There has been much discussion and unmeasurable noise about achieving statistical significance vs SOC. But isn't it also possible that achieving marginal improvement over SOC with vastly less side effects could win approval, especially in palliative terminal management? Or is the game strictly black&white: statsig or fegggedabowwwdit?
"But isn't it also possible that achieving marginal improvement over SOC with vastly less side effects could win approval, especially in palliative terminal management"
Yes. Alimta does not have and increase in OS over the comparators it was trialed against but it has a far better safety profile. This not only made it approvable but it has driven its commercial success.
You bring up a good point that I haven't seen discussed here. They could go head to head with the SOC in several indication with REO in combination with low dose paclitaxel and not even have OS improvement as an endpoint. They could get probably get this approved if the OSes for both arms were statistically equivalent but the grade 1/2 toxicities seen for chemo were missing on the REO arm.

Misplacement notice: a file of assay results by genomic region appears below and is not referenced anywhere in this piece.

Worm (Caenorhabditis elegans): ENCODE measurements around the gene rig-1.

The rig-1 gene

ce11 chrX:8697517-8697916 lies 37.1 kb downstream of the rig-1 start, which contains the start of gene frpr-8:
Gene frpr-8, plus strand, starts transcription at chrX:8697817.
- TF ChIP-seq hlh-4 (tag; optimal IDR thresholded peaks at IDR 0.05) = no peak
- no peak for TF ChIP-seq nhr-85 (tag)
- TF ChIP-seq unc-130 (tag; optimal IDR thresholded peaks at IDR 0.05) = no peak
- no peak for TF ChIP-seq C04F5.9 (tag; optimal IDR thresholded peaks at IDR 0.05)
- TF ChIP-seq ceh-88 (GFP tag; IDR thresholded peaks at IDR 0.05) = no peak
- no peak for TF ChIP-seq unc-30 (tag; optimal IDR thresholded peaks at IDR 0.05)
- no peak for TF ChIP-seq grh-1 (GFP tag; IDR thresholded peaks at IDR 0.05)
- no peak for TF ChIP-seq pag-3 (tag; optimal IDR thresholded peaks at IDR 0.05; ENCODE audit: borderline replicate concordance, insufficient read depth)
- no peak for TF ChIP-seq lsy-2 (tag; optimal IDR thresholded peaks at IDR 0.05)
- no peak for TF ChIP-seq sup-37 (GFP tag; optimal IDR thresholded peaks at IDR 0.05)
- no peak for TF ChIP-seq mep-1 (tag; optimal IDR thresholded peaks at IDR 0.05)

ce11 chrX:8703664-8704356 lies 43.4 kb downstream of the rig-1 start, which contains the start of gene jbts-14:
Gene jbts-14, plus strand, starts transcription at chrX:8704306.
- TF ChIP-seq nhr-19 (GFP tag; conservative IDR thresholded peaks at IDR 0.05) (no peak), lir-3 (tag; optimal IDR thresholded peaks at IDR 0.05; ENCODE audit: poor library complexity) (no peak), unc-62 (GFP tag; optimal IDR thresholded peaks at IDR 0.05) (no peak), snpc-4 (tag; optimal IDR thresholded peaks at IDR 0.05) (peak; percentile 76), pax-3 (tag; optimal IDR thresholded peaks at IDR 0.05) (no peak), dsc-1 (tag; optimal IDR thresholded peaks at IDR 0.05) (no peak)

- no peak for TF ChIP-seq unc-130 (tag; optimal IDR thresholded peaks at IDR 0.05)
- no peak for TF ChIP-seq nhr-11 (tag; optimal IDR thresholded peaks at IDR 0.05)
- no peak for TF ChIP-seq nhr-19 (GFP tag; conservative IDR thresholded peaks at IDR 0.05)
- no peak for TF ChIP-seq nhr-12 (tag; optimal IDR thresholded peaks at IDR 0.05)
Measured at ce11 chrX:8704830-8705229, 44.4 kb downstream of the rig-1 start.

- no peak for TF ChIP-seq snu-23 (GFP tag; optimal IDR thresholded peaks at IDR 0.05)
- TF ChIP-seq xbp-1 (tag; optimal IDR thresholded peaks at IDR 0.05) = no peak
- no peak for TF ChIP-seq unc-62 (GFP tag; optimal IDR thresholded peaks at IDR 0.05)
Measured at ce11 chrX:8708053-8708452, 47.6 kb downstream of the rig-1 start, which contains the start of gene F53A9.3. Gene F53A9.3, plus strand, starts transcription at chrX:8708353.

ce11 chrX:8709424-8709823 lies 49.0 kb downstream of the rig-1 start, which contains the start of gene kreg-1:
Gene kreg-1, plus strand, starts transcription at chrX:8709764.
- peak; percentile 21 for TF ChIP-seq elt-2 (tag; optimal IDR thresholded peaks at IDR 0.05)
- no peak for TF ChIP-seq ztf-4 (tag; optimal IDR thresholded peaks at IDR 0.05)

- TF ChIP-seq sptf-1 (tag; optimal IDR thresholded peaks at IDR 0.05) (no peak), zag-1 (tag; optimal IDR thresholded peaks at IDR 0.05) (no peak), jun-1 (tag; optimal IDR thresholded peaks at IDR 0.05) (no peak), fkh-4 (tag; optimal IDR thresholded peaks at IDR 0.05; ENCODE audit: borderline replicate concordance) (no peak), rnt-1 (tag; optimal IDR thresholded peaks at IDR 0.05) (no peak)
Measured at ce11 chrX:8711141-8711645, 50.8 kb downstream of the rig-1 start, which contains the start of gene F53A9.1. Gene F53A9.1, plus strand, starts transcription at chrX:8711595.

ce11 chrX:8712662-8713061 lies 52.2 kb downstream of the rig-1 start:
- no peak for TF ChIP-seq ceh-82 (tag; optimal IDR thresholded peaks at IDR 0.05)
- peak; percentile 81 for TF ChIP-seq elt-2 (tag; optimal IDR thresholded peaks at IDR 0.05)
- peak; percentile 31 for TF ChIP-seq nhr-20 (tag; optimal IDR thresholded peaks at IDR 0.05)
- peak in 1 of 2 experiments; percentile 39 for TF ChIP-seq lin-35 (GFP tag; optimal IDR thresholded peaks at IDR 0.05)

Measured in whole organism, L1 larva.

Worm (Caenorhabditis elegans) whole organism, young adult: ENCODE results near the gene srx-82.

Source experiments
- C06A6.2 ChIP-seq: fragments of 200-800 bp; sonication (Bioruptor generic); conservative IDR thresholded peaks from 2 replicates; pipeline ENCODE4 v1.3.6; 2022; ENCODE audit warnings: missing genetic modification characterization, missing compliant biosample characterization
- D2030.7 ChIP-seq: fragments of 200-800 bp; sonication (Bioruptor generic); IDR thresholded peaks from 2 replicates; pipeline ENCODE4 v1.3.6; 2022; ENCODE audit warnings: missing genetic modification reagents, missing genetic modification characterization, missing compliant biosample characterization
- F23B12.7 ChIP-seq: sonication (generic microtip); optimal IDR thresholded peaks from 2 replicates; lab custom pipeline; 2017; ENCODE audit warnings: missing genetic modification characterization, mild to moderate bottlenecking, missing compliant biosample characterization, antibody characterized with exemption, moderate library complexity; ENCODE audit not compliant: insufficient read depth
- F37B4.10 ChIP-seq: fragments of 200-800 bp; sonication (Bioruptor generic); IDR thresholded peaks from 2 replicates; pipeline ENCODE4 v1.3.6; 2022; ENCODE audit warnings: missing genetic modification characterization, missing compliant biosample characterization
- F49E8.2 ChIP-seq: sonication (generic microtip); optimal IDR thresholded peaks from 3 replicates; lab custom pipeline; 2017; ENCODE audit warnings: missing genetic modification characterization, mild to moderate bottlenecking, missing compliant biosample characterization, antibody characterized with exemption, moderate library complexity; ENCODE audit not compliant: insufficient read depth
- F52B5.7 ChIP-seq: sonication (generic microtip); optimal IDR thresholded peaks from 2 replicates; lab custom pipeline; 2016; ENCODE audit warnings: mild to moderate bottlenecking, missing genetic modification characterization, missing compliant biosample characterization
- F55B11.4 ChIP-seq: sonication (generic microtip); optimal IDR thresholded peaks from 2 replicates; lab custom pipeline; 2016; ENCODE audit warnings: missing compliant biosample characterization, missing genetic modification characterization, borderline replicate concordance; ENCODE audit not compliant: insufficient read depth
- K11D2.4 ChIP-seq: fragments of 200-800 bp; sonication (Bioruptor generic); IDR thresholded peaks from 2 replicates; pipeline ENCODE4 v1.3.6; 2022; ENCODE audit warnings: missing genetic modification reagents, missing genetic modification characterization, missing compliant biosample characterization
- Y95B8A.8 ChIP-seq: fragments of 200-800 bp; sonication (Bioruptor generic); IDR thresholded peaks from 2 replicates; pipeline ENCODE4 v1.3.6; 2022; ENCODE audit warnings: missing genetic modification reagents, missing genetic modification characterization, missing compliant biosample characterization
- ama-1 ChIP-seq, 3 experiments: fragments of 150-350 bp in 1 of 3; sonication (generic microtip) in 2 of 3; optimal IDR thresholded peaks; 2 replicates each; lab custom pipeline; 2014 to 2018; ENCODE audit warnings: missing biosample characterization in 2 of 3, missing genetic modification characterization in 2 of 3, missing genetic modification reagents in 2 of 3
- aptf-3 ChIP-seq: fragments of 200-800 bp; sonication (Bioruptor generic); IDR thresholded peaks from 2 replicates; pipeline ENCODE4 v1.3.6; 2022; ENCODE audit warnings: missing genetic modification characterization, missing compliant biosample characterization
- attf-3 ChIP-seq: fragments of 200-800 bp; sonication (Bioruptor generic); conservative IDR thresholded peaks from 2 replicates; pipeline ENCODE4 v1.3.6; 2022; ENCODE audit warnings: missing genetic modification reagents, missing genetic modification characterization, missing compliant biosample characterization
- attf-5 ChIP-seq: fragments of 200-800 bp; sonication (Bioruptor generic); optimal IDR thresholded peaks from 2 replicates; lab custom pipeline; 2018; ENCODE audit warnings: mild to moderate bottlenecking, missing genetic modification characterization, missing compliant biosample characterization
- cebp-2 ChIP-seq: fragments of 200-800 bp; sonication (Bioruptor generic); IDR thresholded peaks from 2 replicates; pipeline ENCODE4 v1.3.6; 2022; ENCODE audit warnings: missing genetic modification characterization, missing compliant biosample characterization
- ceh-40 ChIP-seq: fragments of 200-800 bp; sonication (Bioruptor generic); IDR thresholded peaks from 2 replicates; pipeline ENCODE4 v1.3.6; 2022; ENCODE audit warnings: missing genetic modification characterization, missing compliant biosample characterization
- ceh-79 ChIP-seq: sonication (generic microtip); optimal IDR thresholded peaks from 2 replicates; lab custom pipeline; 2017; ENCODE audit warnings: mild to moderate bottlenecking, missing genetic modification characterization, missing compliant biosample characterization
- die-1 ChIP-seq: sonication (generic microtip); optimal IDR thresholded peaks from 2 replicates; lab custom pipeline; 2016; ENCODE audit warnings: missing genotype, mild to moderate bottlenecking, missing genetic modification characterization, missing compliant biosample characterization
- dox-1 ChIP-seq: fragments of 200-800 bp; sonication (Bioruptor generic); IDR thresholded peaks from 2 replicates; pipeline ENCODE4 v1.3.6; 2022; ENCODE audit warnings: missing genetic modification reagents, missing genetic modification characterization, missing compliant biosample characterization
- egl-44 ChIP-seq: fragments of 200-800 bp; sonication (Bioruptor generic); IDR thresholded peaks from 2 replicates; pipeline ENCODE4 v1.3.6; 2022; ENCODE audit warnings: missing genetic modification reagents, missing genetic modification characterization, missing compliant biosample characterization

I would be extremely happy if the H&N trial achieved statsig (if one assumes that .05 is statsig, and there's plenty of room for debate about what statsig is from what I've read). Personally, I don't see it reaching that good of a level as most of what I've seen/heard/read says it's highly unlikely to achieve such a positive result with a small enrollment like we have here. Maybe in one of the subgroups (mets only perhaps), but not for the entire trial population. But there's much to be happy about if we come in at .1 to .2. Those aren't bad numbers, although I'm fairly sure the market would treat them as bad.
This topic is sure to stir up emotion, D2. What are your thoughts?
My guess is the market will react badly (How badly I don't know) if its less than stat sig, but the news will be less bad (or as you suggest even good) in terms of longer term approval. It might be a very great buying opportunity.